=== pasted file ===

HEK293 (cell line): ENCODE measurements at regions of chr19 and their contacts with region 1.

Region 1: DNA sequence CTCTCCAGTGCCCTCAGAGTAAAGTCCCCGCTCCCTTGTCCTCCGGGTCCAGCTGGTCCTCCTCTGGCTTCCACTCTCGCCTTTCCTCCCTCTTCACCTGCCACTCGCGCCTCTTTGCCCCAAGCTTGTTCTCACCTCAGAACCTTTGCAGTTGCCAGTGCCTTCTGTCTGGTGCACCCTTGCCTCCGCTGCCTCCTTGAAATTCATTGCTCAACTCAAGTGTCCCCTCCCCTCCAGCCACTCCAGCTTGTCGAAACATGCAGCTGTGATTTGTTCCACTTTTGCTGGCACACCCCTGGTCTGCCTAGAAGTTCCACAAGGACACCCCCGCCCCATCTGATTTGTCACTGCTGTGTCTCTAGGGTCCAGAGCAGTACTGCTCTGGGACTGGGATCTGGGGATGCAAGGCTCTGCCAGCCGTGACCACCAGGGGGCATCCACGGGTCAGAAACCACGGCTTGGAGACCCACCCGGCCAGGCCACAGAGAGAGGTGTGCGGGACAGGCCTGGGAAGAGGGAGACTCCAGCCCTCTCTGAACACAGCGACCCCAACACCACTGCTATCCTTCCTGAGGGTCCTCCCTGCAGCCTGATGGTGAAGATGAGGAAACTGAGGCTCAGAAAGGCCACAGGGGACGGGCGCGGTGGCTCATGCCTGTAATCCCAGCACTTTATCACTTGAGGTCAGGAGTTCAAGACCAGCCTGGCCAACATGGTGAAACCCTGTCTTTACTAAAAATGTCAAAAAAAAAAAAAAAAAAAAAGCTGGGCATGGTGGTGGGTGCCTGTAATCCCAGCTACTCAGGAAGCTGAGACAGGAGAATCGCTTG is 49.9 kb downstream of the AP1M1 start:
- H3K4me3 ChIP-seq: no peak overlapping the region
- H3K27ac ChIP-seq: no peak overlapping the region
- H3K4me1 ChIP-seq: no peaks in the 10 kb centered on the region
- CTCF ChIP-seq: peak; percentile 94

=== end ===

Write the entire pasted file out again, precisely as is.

HEK293 (cell line): ENCODE measurements at regions of chr19 and their contacts with region 1.

Region 1: DNA sequence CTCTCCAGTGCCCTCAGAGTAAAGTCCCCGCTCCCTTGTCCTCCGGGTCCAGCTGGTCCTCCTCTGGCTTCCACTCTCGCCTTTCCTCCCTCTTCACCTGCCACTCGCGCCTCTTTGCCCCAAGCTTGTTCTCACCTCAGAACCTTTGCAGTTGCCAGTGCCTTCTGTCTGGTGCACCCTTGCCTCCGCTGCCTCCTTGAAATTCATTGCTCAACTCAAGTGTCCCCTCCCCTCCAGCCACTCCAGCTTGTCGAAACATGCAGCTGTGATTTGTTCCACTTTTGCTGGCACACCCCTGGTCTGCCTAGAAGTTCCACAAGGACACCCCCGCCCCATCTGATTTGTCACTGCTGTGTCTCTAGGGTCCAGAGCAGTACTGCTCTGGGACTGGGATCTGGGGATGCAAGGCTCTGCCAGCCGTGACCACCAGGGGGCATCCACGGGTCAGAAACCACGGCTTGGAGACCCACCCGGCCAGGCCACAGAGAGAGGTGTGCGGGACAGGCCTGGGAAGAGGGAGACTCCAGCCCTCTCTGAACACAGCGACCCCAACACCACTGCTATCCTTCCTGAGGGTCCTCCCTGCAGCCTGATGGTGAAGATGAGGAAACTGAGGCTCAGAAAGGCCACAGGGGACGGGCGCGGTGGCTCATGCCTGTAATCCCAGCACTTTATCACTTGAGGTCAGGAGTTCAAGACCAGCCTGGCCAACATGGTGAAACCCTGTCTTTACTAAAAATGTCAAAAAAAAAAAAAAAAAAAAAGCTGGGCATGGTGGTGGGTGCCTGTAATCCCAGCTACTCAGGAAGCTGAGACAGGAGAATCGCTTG is 49.9 kb downstream of the AP1M1 start:
- H3K4me3 ChIP-seq: no peak overlapping the region
- H3K27ac ChIP-seq: no peak overlapping the region
- H3K4me1 ChIP-seq: no peaks in the 10 kb centered on the region
- CTCF ChIP-seq: peak; percentile 94